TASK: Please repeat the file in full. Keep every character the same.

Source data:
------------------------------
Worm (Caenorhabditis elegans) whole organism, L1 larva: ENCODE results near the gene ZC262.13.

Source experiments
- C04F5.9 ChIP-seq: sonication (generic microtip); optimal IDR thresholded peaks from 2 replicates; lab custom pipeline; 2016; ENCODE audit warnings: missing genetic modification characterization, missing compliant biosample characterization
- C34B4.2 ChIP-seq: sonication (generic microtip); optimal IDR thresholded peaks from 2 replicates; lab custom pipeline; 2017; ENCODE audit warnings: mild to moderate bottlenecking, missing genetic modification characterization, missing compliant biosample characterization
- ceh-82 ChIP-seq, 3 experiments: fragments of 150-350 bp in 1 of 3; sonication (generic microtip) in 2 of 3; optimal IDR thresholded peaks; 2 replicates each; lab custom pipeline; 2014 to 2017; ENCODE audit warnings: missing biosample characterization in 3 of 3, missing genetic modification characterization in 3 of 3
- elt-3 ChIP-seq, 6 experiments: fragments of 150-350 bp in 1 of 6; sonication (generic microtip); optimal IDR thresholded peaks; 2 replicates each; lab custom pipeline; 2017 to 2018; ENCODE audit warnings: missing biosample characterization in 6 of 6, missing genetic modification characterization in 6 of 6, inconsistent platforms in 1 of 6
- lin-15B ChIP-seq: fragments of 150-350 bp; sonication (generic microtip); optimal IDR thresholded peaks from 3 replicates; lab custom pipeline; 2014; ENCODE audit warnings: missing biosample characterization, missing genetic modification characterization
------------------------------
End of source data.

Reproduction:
Worm (Caenorhabditis elegans) whole organism, L1 larva: ENCODE results near the gene ZC262.13.

Source experiments
- C04F5.9 ChIP-seq: sonication (generic microtip); optimal IDR thresholded peaks from 2 replicates; lab custom pipeline; 2016; ENCODE audit warnings: missing genetic modification characterization, missing compliant biosample characterization
- C34B4.2 ChIP-seq: sonication (generic microtip); optimal IDR thresholded peaks from 2 replicates; lab custom pipeline; 2017; ENCODE audit warnings: mild to moderate bottlenecking, missing genetic modification characterization, missing compliant biosample characterization
- ceh-82 ChIP-seq, 3 experiments: fragments of 150-350 bp in 1 of 3; sonication (generic microtip) in 2 of 3; optimal IDR thresholded peaks; 2 replicates each; lab custom pipeline; 2014 to 2017; ENCODE audit warnings: missing biosample characterization in 3 of 3, missing genetic modification characterization in 3 of 3
- elt-3 ChIP-seq, 6 experiments: fragments of 150-350 bp in 1 of 6; sonication (generic microtip); optimal IDR thresholded peaks; 2 replicates each; lab custom pipeline; 2017 to 2018; ENCODE audit warnings: missing biosample characterization in 6 of 6, missing genetic modification characterization in 6 of 6, inconsistent platforms in 1 of 6
- lin-15B ChIP-seq: fragments of 150-350 bp; sonication (generic microtip); optimal IDR thresholded peaks from 3 replicates; lab custom pipeline; 2014; ENCODE audit warnings: missing biosample characterization, missing genetic modification characterization